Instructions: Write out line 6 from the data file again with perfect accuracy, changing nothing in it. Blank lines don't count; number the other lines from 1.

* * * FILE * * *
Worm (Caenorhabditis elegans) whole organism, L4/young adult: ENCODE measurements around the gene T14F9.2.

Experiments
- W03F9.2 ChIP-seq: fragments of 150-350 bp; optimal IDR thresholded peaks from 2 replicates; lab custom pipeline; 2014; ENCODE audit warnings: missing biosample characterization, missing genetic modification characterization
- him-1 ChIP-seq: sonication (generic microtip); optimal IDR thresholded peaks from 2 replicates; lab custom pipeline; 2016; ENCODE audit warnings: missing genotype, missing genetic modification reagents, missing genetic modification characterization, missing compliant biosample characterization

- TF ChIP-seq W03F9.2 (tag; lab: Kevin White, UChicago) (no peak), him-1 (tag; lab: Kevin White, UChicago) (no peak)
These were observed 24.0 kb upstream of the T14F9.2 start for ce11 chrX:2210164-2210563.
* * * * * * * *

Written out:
These were observed 24.0 kb upstream of the T14F9.2 start for ce11 chrX:2210164-2210563.